February 06, 2023

Having It All? Motherhood in an Increasingly “Planned" World

Jenny Enos author photoBy Jenny Enos

Whether, when, and even how to have children are increasingly complicated questions facing women today. On the one hand, revived abortion debates and restrictive legislation in many U.S. states may mean forced motherhood for those who become pregnant; on the other, both cultural and financial pressures around motherhood are weakening. For the first time in history there are now more women than men in the college-educated workforce, meaning that fewer women are sticking to stay-at-home parenting, and our culture is increasingly starting to view motherhood as an option rather than as an expectation.

In addition to more financial and cultural freedom, accessible contraception has also made it possible for women to be more intentional about whether and when they want to have children than in the past. In 2018, an estimated 65% of U.S. women of reproductive age (those aged 15 – 49) were using some form of contraceptive method and there were no significant differences based on level of education. Whether they dropped out of high school or have a Ph.D., these women share one thing in common – most of them are taking active steps to control their fertility. These efforts have been successful, too: the rate of unintended pregnancies has seen a significant decline over the past two decades.

As the sociological imagination invites us to explore, these larger social forces are having real-life impacts on the decisions women are making around motherhood. Women have become far less likely to have children before the age of 30 since the mid-2000s and are instead increasingly likely to wait until their 30s or 40s to have their first child. While these trends are positive in that women can make more informed choices about when to start a family, they may also come with some challenges. For example, if more women decide to not have children all together, we could eventually end up with a host of economic issues: without a big enough labor force to support the aging population, social safety nets like Social Security and Medicare could become underfunded.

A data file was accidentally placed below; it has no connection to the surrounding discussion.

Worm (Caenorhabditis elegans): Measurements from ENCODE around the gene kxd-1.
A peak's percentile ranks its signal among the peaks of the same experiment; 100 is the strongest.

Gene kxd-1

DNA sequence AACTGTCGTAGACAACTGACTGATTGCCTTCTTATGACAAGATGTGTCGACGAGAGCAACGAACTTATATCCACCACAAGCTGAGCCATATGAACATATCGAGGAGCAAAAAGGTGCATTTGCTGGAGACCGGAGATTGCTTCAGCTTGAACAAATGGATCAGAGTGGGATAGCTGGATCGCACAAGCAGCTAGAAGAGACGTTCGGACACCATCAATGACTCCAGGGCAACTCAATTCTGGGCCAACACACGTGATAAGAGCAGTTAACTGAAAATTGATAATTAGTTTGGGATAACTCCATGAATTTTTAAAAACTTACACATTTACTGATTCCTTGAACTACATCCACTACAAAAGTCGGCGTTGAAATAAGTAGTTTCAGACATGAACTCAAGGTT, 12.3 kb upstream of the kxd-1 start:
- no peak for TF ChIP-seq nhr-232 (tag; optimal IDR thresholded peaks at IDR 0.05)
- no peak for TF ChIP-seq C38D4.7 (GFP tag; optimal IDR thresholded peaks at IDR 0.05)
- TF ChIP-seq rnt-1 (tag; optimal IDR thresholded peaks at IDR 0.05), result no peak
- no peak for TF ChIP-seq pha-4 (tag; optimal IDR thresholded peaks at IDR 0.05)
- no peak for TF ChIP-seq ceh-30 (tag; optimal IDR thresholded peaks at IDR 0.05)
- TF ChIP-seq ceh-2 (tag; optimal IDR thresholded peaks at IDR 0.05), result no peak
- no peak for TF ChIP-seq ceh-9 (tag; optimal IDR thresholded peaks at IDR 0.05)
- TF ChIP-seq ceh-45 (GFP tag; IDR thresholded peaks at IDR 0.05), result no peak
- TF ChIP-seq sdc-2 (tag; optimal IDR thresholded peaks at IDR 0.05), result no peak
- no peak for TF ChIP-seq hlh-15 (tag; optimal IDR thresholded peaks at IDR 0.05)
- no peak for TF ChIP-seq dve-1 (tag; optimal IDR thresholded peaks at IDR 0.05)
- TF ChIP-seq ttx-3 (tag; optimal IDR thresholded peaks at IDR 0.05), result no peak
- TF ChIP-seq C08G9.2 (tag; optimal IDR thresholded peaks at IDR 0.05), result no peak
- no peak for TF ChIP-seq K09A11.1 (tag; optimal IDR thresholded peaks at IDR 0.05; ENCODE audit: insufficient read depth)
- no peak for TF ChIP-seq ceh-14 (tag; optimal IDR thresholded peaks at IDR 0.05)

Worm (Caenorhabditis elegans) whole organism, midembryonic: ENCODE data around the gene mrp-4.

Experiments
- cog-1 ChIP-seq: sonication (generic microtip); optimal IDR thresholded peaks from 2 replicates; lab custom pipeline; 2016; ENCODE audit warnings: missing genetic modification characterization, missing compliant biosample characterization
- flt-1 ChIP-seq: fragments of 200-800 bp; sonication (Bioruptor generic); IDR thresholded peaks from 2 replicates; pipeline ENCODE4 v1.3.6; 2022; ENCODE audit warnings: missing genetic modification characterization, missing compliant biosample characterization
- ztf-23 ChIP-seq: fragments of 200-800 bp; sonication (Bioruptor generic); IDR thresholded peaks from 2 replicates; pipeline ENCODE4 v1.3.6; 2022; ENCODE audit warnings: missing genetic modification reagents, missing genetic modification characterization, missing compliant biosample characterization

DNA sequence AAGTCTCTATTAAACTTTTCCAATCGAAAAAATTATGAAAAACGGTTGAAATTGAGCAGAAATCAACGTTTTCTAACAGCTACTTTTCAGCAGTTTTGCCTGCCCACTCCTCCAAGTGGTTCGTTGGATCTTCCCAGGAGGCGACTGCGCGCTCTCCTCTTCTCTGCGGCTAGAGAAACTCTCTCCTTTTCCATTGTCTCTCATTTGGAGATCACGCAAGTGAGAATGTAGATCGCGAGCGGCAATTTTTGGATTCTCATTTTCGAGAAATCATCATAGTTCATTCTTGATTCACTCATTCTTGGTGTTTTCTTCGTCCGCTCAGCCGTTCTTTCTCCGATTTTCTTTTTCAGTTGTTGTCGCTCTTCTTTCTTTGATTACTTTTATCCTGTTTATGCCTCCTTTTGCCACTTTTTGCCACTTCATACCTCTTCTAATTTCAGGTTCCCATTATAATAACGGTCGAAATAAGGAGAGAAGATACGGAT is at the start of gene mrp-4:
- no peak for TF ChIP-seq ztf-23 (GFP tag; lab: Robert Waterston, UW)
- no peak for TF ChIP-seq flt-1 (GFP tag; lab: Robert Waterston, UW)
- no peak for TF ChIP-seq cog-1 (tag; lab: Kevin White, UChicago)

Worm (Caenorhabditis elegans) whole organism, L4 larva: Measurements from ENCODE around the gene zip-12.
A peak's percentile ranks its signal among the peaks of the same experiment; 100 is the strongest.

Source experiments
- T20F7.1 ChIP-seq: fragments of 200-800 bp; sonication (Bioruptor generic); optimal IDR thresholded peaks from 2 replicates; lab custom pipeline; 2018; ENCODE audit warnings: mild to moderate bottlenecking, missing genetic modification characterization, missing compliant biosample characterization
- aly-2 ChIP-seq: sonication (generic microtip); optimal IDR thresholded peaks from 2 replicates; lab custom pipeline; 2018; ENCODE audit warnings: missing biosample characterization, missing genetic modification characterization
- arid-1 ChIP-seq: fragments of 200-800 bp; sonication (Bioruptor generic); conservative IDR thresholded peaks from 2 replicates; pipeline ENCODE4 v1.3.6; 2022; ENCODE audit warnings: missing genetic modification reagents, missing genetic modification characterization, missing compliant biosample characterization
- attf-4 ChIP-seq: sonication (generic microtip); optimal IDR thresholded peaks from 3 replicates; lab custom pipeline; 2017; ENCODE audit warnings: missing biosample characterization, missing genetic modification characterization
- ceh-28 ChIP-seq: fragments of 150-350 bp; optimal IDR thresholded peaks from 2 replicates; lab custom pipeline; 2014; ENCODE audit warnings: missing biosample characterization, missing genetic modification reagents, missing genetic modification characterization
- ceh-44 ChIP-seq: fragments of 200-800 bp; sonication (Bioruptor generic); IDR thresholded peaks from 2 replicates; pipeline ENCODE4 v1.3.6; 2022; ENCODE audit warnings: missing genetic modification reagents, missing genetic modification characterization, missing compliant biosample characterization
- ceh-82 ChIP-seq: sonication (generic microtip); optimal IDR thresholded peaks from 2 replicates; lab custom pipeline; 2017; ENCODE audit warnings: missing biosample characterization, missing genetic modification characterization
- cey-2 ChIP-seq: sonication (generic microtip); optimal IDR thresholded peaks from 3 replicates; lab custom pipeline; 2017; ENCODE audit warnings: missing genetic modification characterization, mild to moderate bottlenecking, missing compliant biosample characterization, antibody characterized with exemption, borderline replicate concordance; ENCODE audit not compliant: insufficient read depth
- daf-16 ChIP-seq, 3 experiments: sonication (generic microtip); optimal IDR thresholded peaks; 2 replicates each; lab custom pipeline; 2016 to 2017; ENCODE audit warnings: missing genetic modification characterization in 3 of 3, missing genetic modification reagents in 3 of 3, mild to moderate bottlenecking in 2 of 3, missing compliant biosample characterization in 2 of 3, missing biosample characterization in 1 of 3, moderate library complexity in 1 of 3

Another challenge that comes along with women’s increased control over their fertility relates to the practicality of getting pregnant once they have decided that they are ready. In an article published last year in Sociological Forum, Eliza Brown interviews women in heterosexual relationships who are trying to conceive about the work they put into getting pregnant.

Brown finds that contrary to the “romantic” cultural ideals of what sexual intercourse should be like between partners, women experience having intercourse with their partner for the sole purpose of conceiving as another stressful, full-time job. Because they are unwilling to wait to conceive “spontaneously” or have struggled with fertility, they find themselves having to meticulously plan the perfect time to have intercourse to optimize their chance of getting pregnant. Women reported feeling emotionally drained and exhausted by this process, particularly because they were trying to keep their partners excited and engaged by performing desire and interest in being intimate outside of just the purpose of conceiving.